Just who gets to tell that story is also a contentious issue. One important example of drawing explanatory templates from Islam and the question of who espouses them is the dialogue between historian Sultana Afroz and anthropologist Kenneth Bilby. Afroz bases her argument on a reasonable premise: that researching Caribbean history should not rely solely on the records of European slave traders and ruling authorities; that the work of African scholars based on African sources must also be part of historiographical narratives. This raises an important point about sources as situated forms of knowledge, and why and when certain ways of knowing may be more subject to elision than others. But Afroz holds steady a model of clearly distinguishable Caribbean (Afro-)Muslim communities, whose dedication to Islamic values and practices, she contends, informed and inspired the resistance to oppression among all enslaved Africans as well as among Maroons: communities of escaped enslaved Africans who were a vibrant and politically important presence in many slave plantation societies in the Atlantic world, notably including, for example, Jamaica, Brazil, and Surinam. But even if we dispense with the idea of obvious and cohesive communities, Afroz’s claims merit at least further investigation. Perhaps not as many as ‘numerous’, but certainly some leaders among enslaved Africans could have been ‘crypto-Muslims’ – marabouts or imams (Afroz 2003: 214; Diouf 2013). Moreover, it is a useful question to ask what the implications might be of calling an uprising a ‘slave rebellion’ versus a ‘jihad’ for the way we understand both, and thus the ways that historiographical narratives about the Americas are produced. At the same time, Afroz draws a clear line around Islam in the Atlantic world with her look askance at the attribution to obeah of the heroic efforts and miraculous achievements of elslaved freedom fighters, and her interpretation of African traditions of making offerings to the ancestors as in fact being Islam’s voluntary giving of alms. Yet as I have written elsewhere (Khan 2012), the story of the inaugural moment of the Haitian Revolution is its catalysis by Haitian national hero (and perhaps apocryphal figure) ‘Boukman’, who was both an houngan (Vodou priest) and imam. This memorialisation captures the ambiguity of a Muslim identity; there is no necessary either/or choice that can be made, unless as an ideological imposition. The messiness of lived experience and of commemoration typically belies categorical summaries.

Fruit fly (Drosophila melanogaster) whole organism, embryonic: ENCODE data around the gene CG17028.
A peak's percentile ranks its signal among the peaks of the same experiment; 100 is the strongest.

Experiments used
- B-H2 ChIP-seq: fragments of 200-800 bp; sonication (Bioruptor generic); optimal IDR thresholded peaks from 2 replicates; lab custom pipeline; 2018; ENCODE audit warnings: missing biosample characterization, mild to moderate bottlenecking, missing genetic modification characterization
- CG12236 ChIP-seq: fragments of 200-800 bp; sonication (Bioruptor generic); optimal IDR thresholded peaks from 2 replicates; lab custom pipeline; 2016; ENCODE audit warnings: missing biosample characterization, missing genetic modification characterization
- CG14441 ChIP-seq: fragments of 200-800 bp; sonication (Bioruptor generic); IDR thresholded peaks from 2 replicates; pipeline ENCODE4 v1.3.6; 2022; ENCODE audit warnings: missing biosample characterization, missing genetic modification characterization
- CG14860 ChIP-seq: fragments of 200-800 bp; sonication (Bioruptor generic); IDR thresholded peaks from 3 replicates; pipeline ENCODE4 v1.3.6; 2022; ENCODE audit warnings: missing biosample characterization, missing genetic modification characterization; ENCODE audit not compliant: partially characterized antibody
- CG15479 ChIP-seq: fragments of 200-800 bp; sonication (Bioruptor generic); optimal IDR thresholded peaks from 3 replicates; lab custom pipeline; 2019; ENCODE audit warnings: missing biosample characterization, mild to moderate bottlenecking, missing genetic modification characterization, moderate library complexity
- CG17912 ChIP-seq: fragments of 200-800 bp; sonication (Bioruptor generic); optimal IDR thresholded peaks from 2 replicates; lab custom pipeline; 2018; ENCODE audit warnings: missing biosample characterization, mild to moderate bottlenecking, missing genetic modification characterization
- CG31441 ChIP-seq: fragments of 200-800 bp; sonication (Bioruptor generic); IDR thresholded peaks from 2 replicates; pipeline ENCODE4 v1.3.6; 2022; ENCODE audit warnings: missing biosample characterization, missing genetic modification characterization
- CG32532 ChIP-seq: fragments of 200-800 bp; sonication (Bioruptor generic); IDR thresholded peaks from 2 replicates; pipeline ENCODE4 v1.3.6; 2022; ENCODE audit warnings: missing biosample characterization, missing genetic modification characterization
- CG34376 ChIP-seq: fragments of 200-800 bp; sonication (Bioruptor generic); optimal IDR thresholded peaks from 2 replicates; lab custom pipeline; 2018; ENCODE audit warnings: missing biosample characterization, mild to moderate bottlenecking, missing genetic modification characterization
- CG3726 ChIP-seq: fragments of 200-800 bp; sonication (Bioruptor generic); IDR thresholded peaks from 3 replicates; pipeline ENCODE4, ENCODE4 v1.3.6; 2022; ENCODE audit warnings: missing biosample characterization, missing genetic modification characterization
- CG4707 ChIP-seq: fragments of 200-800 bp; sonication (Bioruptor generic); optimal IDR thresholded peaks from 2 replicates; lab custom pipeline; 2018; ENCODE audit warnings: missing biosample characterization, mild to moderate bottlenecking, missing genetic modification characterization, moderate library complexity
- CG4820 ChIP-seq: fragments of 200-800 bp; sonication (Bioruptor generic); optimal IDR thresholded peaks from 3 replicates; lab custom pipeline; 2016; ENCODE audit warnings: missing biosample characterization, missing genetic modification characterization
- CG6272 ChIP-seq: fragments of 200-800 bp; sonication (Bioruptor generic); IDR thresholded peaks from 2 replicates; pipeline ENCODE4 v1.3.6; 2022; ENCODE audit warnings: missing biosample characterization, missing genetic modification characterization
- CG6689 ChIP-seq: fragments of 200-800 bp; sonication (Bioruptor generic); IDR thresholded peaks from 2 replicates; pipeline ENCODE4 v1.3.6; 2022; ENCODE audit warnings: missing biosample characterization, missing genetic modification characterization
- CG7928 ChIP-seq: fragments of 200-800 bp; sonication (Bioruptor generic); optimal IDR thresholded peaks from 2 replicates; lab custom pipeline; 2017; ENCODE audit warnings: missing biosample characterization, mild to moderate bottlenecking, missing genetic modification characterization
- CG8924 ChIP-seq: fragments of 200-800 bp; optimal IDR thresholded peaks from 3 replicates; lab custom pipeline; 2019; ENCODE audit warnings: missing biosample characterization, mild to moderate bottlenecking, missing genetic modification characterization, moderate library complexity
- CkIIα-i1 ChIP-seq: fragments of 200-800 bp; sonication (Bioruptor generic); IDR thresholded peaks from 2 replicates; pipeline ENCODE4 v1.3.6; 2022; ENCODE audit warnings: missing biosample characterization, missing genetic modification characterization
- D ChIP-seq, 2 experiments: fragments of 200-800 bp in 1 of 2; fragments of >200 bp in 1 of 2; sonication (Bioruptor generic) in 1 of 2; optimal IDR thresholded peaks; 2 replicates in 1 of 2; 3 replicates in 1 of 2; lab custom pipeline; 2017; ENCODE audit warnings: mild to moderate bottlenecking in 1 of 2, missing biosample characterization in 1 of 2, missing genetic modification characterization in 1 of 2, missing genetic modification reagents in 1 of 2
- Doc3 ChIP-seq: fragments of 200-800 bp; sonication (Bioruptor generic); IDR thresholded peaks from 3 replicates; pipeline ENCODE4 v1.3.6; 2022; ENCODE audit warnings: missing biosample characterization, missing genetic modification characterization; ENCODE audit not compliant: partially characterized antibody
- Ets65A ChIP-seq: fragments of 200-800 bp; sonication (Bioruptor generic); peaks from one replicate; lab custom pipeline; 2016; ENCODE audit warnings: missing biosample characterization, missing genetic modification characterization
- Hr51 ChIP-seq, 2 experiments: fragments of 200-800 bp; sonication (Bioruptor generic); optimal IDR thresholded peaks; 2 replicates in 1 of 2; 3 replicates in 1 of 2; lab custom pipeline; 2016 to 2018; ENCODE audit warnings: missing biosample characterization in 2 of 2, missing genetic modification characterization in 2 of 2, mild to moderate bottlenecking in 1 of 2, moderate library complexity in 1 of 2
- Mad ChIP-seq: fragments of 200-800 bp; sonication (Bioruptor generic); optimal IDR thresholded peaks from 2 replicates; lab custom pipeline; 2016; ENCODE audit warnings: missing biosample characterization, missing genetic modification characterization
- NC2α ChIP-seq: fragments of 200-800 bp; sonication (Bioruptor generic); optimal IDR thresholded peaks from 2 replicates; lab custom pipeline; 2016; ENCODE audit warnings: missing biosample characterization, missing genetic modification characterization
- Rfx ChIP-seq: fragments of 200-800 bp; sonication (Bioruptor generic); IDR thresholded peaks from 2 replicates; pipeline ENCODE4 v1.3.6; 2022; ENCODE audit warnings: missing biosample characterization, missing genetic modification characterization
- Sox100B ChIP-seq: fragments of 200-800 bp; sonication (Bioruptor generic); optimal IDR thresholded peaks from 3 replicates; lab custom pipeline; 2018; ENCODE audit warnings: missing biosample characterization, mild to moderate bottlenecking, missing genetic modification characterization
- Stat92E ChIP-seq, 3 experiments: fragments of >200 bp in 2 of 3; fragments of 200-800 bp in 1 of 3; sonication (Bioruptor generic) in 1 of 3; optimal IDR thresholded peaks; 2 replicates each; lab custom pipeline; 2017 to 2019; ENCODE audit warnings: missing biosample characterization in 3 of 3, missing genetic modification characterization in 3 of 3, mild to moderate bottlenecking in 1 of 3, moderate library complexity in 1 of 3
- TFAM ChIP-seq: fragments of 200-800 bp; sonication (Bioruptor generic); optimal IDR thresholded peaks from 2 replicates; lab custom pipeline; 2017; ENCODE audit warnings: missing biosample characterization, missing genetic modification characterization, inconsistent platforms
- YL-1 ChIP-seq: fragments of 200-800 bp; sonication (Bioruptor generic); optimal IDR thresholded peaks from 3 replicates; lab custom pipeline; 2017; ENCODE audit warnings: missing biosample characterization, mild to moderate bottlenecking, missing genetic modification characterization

In his critique of Afroz, Bilby describes her work on the Islamic heritage of maroons in Jamaica as ‘feats of imagination’(Bilby 2006:53). His central charge is that Afroz lacks evidence to support her claims that Maroon cultural heritage derives from Islam. Bilby objects to attempts, including by academics, ‘to appropriate the glory of the Maroon epic’(Bilby 2006: 53). He is also disturbed by work that gives primacy to interpretations of Maroon history that conflict with Maroons’ own understandings, which he sees as resulting in ‘severing the Maroons of today from their own past’ (Bilby 2006: 53). But in addition to the Islam of West and Central Africa, Maroons’ past may have involved Christianity, as well, despite Bilby’s skepticism that Christianity, or Islam, had much influence on Maroon religious tradition (Bilby 2006: 433, fn 54). This may forever be unknowable as a certainty, but creolisation processes among enslaved Africans began even before passage across the Atlantic (see, for example, Sidney Mintz and Richard Price 1992). Bilby is right that all historiographies must be considered when one is attempting to know a community or a people. Taking seriously the point of view of one’s interlocutors is an ethical decision a researcher makes about their relationship with those interlocutors. But it establishes neither fact nor truth. Afroz takes the perspective of the whole: Islam, undifferentiated, yet ‘invincible’, as her essay’s title ‘Invisible Yet Invincible’ contends. Bilby all but discounts Islam’s influences in Maroon life, which he seems to suggest jeopardise Maroon understanding of their history and sense of personhood. Both positions assume the primary importance of facts: Afroz’s facts are based on a particular take on religion and Bilby’s are based on a particular take on history. But these authors’ positions also promote their respective dedication to what could also be read as a kind of intellectual purification, where the lived experiences of ambiguity overlap, and changing imaginaries (creolisation?) take second place to ideal(ised) representations.